The heart of Nablus is the Old City which crowds round the foot of mount Ebal, one of the hills surrounding Nablus. It is as one would expect a very crowded and lively place. Here are some views looking towards the Old City which give you an idea of the density of buildings and the density of traffic leading up to the Old City.
Once inside the Old City or casbah, you are immediately into a warren of narrow streets and lanes, thronging with people of all ages – shoppers, shop keepers, passers by and the odd tourist like us. Here are some photos to give an indication of the bustle in the market area. The third one shows a street when the shops are closing down and you can see how narrow the streets are and how the shop fronts are bare when closed.
All kind of goods can be found in the casbah and the shops themselves are quite fascinating. Here is a selection of snaps of shop fronts and some of the goodies on display. As you will see the interior of some shops can be quite bare and most shops still use the old fashioned way of measuring things with scales.
Clothes of all kinds make up most of the goods on offer, followed by food of all kinds, including spices. We visited a charming old fashioned spice shop, called in English The Breaking Mill. It was a treasure trove, not just of spices and herbs, but in the back a veritable museum of old implements, jars, and goodness knows what else. The first photo below shows some of the spices and teas on offer, followed by a glimpse of the inside and finally some of the teas on offer in another little shop. Not quite sure what is in the Indian tea for man and wamen, but would have loved to try it out.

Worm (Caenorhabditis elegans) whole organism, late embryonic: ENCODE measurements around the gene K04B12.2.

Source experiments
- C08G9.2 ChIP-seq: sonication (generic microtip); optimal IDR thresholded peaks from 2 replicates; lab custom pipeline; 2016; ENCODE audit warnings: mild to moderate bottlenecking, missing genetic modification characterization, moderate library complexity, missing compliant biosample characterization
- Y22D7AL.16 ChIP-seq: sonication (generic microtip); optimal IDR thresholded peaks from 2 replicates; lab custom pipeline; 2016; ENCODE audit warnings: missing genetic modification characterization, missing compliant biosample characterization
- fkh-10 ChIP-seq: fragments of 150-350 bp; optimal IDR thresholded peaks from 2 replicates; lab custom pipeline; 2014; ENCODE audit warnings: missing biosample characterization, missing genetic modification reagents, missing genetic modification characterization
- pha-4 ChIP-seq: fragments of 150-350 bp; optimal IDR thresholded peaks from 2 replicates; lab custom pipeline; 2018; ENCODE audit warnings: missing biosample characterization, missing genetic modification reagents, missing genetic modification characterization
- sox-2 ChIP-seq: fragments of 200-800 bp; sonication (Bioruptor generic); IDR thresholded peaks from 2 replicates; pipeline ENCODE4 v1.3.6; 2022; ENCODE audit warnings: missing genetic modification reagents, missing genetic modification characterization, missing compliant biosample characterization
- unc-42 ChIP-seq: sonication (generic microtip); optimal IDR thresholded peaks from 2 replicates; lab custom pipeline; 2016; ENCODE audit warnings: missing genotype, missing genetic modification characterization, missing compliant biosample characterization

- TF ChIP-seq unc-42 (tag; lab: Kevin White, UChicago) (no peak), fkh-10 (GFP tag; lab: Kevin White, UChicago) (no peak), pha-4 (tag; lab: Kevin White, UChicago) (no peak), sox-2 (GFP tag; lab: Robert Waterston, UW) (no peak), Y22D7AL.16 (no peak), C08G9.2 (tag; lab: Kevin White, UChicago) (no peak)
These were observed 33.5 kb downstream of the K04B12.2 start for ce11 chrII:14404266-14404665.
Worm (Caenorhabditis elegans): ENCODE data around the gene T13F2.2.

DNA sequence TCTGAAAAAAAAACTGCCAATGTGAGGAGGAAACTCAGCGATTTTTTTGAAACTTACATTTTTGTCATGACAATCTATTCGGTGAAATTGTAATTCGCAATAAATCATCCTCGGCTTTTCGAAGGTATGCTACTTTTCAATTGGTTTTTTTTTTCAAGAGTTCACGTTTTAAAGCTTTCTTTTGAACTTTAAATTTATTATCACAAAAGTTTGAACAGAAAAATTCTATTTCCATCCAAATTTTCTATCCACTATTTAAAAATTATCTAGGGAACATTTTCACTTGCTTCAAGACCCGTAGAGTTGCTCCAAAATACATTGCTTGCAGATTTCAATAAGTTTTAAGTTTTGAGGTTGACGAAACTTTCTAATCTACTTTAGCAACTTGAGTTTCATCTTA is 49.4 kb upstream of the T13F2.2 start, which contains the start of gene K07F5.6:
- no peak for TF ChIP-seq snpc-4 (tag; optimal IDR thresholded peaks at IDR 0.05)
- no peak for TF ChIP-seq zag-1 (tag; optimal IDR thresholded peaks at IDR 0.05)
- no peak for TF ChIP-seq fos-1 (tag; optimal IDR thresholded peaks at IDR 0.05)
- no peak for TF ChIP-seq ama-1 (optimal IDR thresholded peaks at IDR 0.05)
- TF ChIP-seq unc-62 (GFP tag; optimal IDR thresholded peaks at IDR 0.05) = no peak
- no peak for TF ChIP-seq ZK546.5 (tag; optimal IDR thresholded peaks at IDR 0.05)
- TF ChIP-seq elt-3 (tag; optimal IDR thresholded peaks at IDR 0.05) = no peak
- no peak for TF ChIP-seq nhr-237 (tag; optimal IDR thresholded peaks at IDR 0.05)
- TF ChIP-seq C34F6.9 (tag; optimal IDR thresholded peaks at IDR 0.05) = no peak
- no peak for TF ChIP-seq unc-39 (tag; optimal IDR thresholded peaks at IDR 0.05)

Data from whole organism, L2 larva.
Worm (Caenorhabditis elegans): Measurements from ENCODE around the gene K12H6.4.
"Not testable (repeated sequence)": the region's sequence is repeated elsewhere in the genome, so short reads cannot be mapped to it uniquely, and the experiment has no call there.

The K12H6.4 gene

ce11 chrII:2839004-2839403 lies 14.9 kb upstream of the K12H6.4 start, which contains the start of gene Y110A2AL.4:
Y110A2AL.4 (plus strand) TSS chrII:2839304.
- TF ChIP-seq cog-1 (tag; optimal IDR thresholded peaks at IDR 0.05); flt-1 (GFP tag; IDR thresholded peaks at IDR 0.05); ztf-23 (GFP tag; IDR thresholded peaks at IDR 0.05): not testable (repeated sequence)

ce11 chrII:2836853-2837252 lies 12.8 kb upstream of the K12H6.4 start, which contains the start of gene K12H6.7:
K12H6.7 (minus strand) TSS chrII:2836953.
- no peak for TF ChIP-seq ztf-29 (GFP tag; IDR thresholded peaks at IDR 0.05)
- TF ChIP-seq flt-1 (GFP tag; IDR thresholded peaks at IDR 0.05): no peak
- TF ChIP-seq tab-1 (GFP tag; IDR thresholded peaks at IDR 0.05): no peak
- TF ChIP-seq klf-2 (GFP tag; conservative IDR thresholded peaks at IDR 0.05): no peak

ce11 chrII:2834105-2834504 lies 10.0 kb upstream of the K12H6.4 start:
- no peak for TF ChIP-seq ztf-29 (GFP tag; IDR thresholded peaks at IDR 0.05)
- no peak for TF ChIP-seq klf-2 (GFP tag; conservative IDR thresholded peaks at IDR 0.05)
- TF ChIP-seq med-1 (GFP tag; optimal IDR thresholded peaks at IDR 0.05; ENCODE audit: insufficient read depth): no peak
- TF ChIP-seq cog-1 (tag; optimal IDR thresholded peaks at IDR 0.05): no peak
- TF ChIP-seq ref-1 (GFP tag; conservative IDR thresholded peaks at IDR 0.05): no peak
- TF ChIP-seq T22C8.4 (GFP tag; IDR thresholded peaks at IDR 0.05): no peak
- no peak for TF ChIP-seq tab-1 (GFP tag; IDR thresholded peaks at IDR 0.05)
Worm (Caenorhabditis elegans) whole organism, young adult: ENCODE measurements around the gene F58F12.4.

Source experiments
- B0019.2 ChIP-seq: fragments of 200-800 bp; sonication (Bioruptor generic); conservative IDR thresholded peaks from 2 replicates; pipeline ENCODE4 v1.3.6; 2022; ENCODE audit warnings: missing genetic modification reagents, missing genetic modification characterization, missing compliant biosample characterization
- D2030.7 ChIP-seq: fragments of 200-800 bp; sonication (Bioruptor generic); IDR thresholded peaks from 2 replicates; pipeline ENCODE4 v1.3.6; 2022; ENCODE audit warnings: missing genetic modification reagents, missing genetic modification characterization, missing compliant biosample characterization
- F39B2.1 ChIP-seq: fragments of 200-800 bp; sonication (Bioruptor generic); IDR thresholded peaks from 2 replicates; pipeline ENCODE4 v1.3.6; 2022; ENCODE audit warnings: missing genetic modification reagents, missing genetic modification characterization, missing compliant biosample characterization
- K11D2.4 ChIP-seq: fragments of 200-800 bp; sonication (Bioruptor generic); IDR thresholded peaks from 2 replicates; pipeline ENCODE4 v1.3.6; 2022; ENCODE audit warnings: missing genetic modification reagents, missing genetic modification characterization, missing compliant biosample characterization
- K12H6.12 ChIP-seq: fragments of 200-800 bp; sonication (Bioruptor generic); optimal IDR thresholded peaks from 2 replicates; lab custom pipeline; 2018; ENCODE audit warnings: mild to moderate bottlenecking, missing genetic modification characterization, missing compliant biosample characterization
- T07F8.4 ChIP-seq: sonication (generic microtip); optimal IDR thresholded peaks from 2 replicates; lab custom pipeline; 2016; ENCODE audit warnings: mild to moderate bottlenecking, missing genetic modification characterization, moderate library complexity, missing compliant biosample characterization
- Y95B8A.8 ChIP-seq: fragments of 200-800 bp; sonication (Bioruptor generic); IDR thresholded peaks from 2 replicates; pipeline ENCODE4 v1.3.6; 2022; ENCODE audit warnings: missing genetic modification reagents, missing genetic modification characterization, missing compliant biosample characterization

Nablus was a major centre for soap making and there are still some factories making soap from olive oil. One of our visits was to a former soap factory, now a cultural centre. However evidence of its former use still remains. Below you can see the kiln in which the oil was turned into soap, followed by some of the old implements used in the process. Finally a tower of soap bars from the spice shop.
The Old City is full of surprises and none more than the Samaritan Baths. A relic from the times the Samaritans lived in the Old City, it is still a bath, but no longer run by Samaritans. Next up is a poster on the wall advertising the baths and a couple of photos from the inside. One of the intricately decorated dome and one of the bench in the steam room. We were invited to try out the baths, but alas we were not in Nablus long enough to accept this offer. Perhaps the next time!
Just to give you an idea of how narrow the streets are and how low the roofs are, here are three photos showing some of the streets more or less empty of people.
I end this glimpse into the Old City with some photos of buildings in the Old City. All show a greater or lesser state of disrepair. The first two are shots of the remaining ruins of former Turkish palaces from the Ottoman period. Then comes a courtyard, almost certainly from the Ottoman period as well. The final three photos show some of the crumbling façades to be found all over the Old City, often as here with shrubs growing out of the walls. The last photo shows the blue coloured barrels used to store water. Nablus is indeed an old city in every respect. Old and beautiful.